There is a solution to the "Creeping Rot Amongst PC Sceners" (or C.R.A.P.S for short) and that is to invest some time in new activities, new topics, new fields of research, in short broaden your horizon. So is the scene suffering from the C.R.A.P.S or are we expecting too much from groups thesedays? Are we expecting to see Jurassic Park quality animation in 4k intros? or are there no more new effects to be discovered?

IMVHO, I think the part (repeat part) of the scene has become fixated on certain themes and don't allow themselves to explore new ideas. There appears (to me anyway) to be few groups who really explore new terrority, to break new ground in BOTH quality and unique design. These are the groups who stick out in your mind and whose productions are always a pleasure to download and consume. Everyone who has ever seen a true classic demo or intro can not fail to utter those six words, "WOW, how did they do that?". Back in the old days when the now standard effects were being created for the very first time, where do you think the inspiration came from? Well it wasn't in the demo-scene, I'm really certain of that. Take the plasma family of effects, for example, you only need to look into the world of science to uncover the source for this effect.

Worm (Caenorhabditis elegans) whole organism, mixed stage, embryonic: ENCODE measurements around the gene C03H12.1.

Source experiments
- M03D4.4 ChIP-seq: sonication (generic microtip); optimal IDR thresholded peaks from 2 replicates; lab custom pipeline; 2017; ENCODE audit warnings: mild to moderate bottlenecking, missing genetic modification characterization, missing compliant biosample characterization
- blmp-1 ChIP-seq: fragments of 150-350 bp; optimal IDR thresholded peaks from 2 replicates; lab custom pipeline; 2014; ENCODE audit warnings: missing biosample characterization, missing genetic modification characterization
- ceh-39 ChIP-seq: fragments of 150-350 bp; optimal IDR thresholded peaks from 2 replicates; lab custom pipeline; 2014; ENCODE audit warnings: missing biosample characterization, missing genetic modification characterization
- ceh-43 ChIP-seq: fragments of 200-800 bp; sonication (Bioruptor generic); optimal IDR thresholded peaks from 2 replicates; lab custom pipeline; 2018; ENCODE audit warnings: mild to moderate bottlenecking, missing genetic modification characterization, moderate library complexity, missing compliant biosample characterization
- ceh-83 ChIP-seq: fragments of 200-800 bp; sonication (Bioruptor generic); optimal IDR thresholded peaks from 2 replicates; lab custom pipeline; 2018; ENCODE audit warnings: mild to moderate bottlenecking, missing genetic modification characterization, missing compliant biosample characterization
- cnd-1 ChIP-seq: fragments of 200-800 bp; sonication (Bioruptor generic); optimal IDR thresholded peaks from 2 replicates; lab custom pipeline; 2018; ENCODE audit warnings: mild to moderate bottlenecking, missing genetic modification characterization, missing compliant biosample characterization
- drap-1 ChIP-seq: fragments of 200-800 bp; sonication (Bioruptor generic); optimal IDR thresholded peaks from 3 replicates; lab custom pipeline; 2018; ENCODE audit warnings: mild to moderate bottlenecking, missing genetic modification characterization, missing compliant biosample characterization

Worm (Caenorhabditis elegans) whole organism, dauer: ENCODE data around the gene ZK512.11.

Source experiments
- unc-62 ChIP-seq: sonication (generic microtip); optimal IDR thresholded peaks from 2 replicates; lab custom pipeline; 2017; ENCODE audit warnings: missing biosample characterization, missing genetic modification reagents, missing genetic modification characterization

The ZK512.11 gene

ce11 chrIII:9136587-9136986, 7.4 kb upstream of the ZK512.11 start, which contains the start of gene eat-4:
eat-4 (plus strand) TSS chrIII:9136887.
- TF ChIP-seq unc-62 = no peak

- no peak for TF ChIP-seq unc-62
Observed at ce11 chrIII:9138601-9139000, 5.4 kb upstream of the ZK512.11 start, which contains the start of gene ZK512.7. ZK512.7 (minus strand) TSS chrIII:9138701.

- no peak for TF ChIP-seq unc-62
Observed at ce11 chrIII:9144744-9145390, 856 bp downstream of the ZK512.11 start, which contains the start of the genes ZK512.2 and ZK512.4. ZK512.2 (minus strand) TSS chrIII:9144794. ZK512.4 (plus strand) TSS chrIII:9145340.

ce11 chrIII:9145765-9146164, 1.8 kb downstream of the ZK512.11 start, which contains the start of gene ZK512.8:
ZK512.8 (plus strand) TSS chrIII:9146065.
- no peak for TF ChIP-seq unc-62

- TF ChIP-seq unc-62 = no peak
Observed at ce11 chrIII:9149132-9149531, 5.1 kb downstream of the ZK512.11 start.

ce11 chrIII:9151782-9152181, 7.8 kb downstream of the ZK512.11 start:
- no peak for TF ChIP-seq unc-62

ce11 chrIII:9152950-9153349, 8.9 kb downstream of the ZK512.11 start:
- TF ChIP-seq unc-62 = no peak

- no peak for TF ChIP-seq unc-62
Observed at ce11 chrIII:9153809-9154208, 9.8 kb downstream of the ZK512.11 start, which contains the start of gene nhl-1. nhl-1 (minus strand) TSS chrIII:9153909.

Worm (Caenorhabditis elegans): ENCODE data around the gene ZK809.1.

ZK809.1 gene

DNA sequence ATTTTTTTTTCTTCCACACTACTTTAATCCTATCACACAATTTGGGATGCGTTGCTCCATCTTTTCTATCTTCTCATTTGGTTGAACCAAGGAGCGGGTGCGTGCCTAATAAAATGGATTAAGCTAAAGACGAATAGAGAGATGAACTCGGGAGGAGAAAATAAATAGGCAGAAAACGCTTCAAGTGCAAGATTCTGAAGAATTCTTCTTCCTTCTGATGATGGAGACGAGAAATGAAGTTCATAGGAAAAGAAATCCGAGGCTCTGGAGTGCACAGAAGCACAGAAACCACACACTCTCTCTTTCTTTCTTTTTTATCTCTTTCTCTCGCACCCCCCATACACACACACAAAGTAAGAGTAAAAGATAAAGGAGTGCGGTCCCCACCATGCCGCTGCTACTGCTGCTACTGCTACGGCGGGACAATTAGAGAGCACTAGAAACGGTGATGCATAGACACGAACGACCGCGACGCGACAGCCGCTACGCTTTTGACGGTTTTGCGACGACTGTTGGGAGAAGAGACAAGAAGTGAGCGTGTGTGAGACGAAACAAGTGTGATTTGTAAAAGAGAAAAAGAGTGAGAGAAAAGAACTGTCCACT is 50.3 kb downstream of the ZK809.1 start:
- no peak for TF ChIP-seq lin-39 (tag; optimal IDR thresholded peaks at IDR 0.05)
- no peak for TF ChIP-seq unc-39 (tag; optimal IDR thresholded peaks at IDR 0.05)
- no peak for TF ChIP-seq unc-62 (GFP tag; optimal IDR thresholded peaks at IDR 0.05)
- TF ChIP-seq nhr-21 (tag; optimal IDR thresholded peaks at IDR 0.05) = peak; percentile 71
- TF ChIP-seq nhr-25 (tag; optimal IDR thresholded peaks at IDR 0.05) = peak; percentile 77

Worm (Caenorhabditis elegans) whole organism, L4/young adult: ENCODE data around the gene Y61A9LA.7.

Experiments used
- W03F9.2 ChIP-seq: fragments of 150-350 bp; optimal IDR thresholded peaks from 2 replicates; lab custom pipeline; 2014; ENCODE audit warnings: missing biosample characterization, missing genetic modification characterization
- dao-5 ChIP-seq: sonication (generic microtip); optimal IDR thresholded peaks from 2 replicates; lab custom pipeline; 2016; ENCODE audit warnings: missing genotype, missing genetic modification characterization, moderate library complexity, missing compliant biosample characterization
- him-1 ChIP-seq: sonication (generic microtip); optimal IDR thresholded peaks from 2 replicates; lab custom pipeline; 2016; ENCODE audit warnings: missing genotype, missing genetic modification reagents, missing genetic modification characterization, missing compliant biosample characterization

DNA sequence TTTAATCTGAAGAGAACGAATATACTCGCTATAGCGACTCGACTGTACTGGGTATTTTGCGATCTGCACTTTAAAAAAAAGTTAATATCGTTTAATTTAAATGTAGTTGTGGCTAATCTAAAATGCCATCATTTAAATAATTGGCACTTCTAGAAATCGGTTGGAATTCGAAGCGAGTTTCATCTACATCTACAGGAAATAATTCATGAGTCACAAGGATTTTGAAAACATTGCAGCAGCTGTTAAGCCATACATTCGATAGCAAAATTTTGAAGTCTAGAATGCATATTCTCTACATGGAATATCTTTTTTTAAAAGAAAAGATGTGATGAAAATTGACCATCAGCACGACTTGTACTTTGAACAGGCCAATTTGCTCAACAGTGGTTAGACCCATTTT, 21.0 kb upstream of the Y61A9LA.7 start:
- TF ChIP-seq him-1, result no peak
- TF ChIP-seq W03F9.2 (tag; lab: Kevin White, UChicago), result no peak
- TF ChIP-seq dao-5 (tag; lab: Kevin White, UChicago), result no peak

I keep repeating the same chant, "look at the outside to improve the inside". The real world has a great deal of new potential in terms of both people and ideas.

Now What?

What does the future hold for the scene? Will there be a scene? Yeah, of course there will. So long as there are crazy people in the world willing to stare at a flickering screen while having coffee (or some other stimulant) pumped into their veins during the early hours - there will be a scene. It may not evolve into what YOU wish it to be, but it will survive in some new shape or form. Old sceners will always drift towards negative comments while new sceners will find it as exciting as those now old sceners used to do. Maybe the scene isn't dying, but you own feelings/enthusiasm for it is. In which case you probably need to check in to the real-world motel for an extended vacation, chill out, kick back and absorb some inspiration.

Once you have reached enlightenment, my brother, the demo god will beckon you back with a fresh sense of scene wisdom, you will be able to make objects levitate, stop a speeding bullet with your teeth, move like a Ninja, travel backwards through time... and generally... be able to see without that blood-red haze covering your sleepy eyes.

Peace, Productions and Processors!